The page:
In an ex­tract from his new travel mem­oir, James Jef­frey dis­cov­ers fam­ily se­crets while cruis­ing the Danube

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THE Viseg­rad set off on time at eight pre­cisely (ac­cord­ing to Dad, who checked his watch as she nosed out into the rush­ing cur­rent), Mag­yar tri­colour flut­ter­ing from the stern over the grace­fully spread­ing wake. And then, af­ter a voy­age of roughly three min­utes, we stopped to pick up the sec­ond load of pas­sen­gers, which seemed to con­sist al­most en­tirely of el­derly women gig­gling like girls. Dad started fid­get­ing as the board­ing party flowed out on to the up­per deck in a tide of sil­ver and henna-dyed hair. A soli­tary man walked with them, help­ing his wife with her walk­ing-stick as she sat down.

‘‘ Go on, love, hit him with your stick,’’ Dad mut­tered un­der his breath. Then as they all shifted to the sunny half of the top deck, ‘‘ Oh, dear. Go on then, all move to one side and tip the boat over while you’re at it.’’

‘‘ You’re in a vi­cious mood this morn­ing,’’ I com­mented.

‘‘ Yes,’’ said Dad with a proud smile. Scot­tish side show­ing.’’

We glided un­der a bridge graf­fi­tied with two stages of love: LU­CIA SZERETLEK (Lu­cia, I love you) and GYERE VIS­SZA, CLAU­DIA (Come back, Clau­dia). Both mes­sages moved the old women deeply as they be­gan open­ing their bags of cheesy pogacsa scones and their care­fully wrapped salami and paprika sand­wiches with the fas­tid­i­ous speed of mil­i­tary sur­geons. ‘‘ Oh, Lu­cia is the lucky one, isn’t she?’’ ‘‘ Yes yes yes, but why did Clau­dia other one?’’ ‘‘ Poor boy.’’ ‘‘ Poor boy. Ha. There is al­ways a rea­son.’’ ‘‘ That doesn’t mean it was his fault.’’ ‘‘ Maybe. Doesn’t any­one need ex­tra salami?’’ ‘‘ You re­ally think it wasn’t be­cause of the man?’’ The group’s soli­tary male shifted in his seat.

‘‘ It’s my



Yel­low trams made their way across the Mar­garet Bridge, which, like ev­ery other bridge in Bu­dapest, was a re­con­struc­tion of one that had been blown up to­wards the end of World War II by the re­treat­ing Ger­mans. Now the trams — charm­ing in an agree­ably creaky sort of way — were in the process of be­ing phased out and re­placed by Ger­man ones. Europe’s full of th­ese lit­tle sym­me­tries.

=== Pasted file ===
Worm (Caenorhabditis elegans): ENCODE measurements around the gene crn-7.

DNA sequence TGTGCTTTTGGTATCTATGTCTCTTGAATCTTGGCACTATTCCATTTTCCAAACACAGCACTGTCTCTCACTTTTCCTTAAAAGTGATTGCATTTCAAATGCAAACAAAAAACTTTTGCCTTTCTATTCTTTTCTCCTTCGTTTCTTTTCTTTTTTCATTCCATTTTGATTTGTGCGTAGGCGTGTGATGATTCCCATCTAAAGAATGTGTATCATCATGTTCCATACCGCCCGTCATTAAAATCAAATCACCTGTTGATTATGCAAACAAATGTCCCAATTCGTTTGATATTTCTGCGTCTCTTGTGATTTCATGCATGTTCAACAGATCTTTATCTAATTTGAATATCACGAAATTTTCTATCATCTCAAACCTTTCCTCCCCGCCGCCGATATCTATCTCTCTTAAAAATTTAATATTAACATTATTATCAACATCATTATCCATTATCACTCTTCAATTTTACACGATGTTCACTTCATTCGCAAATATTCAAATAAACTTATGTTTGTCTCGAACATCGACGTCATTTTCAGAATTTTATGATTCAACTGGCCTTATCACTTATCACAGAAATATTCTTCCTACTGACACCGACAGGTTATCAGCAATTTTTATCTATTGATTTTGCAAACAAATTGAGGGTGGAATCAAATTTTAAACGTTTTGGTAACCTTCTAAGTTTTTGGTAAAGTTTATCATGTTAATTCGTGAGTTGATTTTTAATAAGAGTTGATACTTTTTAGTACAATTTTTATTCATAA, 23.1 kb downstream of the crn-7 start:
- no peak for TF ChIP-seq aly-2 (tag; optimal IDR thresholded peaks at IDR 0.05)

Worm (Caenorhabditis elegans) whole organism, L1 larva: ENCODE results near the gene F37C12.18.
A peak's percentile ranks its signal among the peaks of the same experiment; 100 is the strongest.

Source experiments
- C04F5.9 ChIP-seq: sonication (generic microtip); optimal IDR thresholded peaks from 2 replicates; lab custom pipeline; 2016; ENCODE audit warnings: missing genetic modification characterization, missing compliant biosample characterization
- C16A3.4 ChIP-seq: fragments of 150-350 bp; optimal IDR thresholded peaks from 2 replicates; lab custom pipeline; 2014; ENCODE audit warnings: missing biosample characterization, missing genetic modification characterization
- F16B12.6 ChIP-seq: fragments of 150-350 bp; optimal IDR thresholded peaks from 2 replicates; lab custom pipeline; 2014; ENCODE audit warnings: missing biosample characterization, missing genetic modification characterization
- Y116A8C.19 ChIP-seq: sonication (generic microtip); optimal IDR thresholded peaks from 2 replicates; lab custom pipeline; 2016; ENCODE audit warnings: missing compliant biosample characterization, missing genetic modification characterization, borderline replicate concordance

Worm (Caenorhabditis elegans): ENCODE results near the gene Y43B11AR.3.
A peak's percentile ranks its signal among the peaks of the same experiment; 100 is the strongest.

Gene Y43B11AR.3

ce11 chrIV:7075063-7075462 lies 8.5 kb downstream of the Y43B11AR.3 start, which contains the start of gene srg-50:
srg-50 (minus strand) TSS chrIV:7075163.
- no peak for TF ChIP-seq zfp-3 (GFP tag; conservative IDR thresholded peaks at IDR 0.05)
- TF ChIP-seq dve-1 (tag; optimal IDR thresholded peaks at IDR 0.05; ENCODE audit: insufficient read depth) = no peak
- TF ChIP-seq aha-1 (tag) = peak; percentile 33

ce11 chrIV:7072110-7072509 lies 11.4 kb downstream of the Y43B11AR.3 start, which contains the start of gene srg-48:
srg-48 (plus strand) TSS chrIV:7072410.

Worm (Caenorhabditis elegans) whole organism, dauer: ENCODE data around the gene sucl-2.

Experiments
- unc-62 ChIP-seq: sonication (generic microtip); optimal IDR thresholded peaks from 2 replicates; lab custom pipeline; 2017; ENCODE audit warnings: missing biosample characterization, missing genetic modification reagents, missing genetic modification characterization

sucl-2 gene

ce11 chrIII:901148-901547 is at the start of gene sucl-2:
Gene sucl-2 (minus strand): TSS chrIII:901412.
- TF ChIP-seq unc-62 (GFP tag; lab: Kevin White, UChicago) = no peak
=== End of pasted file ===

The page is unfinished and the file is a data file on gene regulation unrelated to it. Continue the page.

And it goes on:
As the women bus­ied them­selves with break­fast, more sup­plies and pack­ets of back-up bis­cuits kept ap­pear­ing from small but seem­ingly bot­tom­less bags. They ate like jolly shrews, feed­ing ev­ery 10 or so min­utes as if they feared they might lose con­scious­ness if they didn’t keep up the in­take. Not ev­ery­thing was suc­cess­ful, though.

‘‘ Th­ese are the shit­ti­est bis­cuits I have ever bought,’’ said one as she moved down the cen­tre aisle, prof­fer­ing an open packet. ‘‘ But try them if you want.’’

‘‘ It re­ally does taste just like she said,’’ an older one gig­gled qui­etly to her neigh­bour, who pulled a face.

‘‘ Jaj ! This makes me want to eat soap.’’ This pro­voked much merry screech­ing in the group. ‘‘ Who wants cof­fee?’’ ‘‘ I have more bis­cuits . . .’’ ‘‘ Who has the pogacsa?’’ Then the old­est one in the group stood up and, danc­ing slowly up the aisle, be­gan singing to her friends in a high, soft, pa­pery war­ble. She was a pe­tite wo­man in rouge with stylishly over­sized sun­glasses, a sen­si­ble hat worn at a rak­ish an­gle and a set of hyp­not­i­cally large moles that poked up through her foun­da­tion like man­hole cov­ers on a snowy street. ‘‘ When I was a lit­tle girl . . .’’ she be­gan.

Al­though they were spread out at first, the cool morn­ing breeze blow­ing off the river soon had them clump­ing to­gether like pen­guins in a bliz­zard, guf­faw­ing and point­ing out var­i­ous sights — stat­ues, ex­pen­sive new apart­ment blocks, some of the more in­ter­est­ing traf­fic snarls and, as the city thinned out and even­tu­ally ended, fish­er­men, lit­tle beaches, seag­ulls perched on river buoys, and a stork flap­ping low over the tree line. ‘‘ Bu­dapest is such a beau­ti­ful city.’’ ‘‘ Piece of cake any­one? I have some strudel as well.’’ ‘‘ Look at those trees. Jaj , so many shades of green. So lovely.’’ ‘‘ Ooh, it’s a bit cold up here.’’ ‘‘ Just you wait ’ til that breeze calms down. It will be so de­li­cious sit­ting out here in the sun.’’

As we edged closer to the Danube Bend, they seemed to munch their way through their body weight in snacks; it was an awe-in­spir­ing sight. Then sup­plies be­gan to run low and a mo­men­tary dole­ful­ness

de­scended un­til one of the party emerged at the top of the stairs with a joy­ous ex­pres­sion and cried, ‘‘ The can­teen’s open!’’